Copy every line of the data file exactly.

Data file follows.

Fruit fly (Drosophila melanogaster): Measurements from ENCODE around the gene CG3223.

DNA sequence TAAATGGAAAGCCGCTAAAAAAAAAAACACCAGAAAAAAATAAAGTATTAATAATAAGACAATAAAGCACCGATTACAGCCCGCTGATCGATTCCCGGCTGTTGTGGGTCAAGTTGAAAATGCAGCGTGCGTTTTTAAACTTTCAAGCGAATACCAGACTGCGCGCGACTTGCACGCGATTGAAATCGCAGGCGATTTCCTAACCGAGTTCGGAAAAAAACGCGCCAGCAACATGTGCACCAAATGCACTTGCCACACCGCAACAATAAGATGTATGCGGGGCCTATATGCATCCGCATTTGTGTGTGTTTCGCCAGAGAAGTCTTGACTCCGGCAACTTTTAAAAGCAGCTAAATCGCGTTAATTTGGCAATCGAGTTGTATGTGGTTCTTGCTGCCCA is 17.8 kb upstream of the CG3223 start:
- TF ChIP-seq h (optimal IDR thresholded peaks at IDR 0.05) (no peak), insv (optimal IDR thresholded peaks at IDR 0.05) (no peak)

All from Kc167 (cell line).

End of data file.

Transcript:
Fruit fly (Drosophila melanogaster): Measurements from ENCODE around the gene CG3223.

DNA sequence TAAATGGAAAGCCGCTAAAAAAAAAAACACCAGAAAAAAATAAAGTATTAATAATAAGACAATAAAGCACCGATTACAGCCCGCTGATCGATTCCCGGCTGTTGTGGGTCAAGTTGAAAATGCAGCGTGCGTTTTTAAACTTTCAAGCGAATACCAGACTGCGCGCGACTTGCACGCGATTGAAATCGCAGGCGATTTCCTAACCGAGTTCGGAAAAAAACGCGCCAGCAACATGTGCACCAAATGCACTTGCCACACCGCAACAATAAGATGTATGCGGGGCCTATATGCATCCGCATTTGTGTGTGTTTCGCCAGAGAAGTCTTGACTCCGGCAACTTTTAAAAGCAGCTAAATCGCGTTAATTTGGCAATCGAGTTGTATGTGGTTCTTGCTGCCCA is 17.8 kb upstream of the CG3223 start:
- TF ChIP-seq h (optimal IDR thresholded peaks at IDR 0.05) (no peak), insv (optimal IDR thresholded peaks at IDR 0.05) (no peak)

All from Kc167 (cell line).